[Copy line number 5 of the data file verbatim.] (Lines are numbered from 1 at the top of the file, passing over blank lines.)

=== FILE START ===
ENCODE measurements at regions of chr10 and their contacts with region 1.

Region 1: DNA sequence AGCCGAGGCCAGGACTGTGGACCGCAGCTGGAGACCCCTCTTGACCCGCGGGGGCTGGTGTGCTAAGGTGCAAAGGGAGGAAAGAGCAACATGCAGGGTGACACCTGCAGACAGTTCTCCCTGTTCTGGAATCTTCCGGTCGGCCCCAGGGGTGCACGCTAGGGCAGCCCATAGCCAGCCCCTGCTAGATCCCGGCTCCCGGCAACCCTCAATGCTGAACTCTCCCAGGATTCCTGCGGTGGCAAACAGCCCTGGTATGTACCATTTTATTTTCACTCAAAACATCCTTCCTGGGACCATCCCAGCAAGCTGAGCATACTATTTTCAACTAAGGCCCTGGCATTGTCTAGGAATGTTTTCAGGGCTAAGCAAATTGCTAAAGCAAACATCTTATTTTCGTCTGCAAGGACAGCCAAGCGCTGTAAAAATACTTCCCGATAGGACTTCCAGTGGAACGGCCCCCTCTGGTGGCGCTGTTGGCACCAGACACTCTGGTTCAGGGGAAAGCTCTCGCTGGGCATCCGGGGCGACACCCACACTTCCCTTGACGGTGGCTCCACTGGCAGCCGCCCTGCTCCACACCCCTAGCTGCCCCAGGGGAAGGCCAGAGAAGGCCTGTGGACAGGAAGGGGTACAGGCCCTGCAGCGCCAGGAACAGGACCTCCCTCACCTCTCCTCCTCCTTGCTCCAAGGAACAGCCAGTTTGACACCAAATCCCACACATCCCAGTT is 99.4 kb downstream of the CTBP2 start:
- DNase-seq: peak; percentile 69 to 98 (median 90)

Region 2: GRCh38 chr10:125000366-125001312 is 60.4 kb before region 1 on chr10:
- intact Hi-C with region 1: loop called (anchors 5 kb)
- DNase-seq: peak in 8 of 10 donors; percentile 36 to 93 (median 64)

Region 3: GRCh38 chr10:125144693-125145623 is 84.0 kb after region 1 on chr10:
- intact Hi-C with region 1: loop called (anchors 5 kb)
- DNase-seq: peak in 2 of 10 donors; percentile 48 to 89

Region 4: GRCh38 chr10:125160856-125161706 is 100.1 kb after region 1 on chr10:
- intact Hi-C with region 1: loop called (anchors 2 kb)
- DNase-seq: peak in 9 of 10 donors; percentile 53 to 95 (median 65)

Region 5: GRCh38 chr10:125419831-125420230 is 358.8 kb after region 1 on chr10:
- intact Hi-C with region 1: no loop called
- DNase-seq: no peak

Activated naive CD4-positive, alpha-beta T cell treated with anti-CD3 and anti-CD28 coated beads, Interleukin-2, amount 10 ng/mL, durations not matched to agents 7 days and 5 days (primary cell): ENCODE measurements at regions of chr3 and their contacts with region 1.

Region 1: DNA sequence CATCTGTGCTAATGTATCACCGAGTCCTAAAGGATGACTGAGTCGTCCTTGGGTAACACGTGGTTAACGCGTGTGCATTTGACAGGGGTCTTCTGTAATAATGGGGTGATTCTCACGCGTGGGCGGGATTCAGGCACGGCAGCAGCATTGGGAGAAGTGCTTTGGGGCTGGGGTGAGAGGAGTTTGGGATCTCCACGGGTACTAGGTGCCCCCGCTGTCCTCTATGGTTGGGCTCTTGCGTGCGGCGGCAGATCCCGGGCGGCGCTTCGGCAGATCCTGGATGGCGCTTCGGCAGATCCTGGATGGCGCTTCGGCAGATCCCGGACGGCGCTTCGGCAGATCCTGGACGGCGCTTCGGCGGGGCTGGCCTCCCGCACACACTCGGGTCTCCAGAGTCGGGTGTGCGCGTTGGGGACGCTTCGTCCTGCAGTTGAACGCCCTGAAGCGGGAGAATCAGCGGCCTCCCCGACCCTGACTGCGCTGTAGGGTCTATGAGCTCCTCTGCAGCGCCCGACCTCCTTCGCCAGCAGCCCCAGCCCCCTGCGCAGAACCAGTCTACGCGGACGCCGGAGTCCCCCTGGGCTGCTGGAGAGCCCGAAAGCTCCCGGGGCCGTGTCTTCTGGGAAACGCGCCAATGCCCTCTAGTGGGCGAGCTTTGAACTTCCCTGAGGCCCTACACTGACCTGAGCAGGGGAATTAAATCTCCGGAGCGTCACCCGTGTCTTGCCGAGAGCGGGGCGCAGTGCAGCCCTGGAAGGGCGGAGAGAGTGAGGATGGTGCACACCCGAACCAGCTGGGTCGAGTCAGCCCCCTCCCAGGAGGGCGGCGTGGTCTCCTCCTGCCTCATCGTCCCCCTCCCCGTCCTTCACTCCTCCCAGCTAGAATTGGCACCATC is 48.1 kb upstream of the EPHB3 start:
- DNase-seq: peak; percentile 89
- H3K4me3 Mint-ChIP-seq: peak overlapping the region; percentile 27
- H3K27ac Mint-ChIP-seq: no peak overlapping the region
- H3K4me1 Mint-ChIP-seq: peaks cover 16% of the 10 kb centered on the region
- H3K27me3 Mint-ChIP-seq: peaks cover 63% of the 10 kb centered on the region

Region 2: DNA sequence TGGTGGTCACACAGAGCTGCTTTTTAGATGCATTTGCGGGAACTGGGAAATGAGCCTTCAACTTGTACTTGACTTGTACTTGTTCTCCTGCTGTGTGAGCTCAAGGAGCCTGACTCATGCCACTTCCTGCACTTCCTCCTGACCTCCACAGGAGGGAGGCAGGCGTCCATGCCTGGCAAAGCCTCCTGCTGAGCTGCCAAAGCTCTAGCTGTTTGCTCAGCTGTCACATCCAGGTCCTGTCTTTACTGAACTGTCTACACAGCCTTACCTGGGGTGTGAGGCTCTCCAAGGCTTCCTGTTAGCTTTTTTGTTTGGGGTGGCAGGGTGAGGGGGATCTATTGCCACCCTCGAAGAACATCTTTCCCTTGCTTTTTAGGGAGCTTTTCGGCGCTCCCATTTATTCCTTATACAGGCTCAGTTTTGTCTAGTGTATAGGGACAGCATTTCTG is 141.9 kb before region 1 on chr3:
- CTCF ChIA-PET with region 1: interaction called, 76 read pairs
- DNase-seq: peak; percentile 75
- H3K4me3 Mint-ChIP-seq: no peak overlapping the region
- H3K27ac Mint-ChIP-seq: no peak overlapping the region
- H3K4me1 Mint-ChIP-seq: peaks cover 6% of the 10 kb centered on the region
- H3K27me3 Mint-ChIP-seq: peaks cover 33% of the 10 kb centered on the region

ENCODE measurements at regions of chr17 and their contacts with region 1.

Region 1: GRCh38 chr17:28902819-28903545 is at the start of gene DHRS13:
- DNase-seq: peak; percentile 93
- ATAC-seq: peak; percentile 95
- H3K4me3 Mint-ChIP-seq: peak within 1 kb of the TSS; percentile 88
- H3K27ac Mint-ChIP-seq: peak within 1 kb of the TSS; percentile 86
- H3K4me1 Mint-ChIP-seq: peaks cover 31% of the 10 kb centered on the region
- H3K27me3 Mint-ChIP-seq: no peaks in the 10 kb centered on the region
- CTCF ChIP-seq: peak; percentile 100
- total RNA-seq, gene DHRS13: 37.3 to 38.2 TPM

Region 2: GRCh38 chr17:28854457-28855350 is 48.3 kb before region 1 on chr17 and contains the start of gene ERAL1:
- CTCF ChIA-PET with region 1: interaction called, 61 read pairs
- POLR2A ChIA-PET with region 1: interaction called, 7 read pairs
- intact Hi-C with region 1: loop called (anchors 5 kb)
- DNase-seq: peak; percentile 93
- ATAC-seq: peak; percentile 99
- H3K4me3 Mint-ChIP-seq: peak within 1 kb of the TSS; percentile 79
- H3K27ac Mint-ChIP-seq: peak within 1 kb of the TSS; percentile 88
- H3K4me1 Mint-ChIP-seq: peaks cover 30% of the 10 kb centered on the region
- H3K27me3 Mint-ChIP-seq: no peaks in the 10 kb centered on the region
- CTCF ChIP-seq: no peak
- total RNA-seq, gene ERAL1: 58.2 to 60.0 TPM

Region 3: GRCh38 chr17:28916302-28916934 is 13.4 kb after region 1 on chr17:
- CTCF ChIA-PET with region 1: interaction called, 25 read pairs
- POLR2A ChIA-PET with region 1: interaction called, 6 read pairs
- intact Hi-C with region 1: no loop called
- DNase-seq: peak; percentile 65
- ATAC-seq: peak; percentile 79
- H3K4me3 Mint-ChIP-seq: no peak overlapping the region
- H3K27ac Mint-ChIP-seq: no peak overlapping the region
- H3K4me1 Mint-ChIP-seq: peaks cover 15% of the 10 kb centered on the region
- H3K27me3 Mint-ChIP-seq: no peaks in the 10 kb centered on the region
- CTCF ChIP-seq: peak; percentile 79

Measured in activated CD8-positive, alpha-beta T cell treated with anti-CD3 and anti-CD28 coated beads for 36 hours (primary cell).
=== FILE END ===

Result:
- intact Hi-C with region 1: loop called (anchors 5 kb)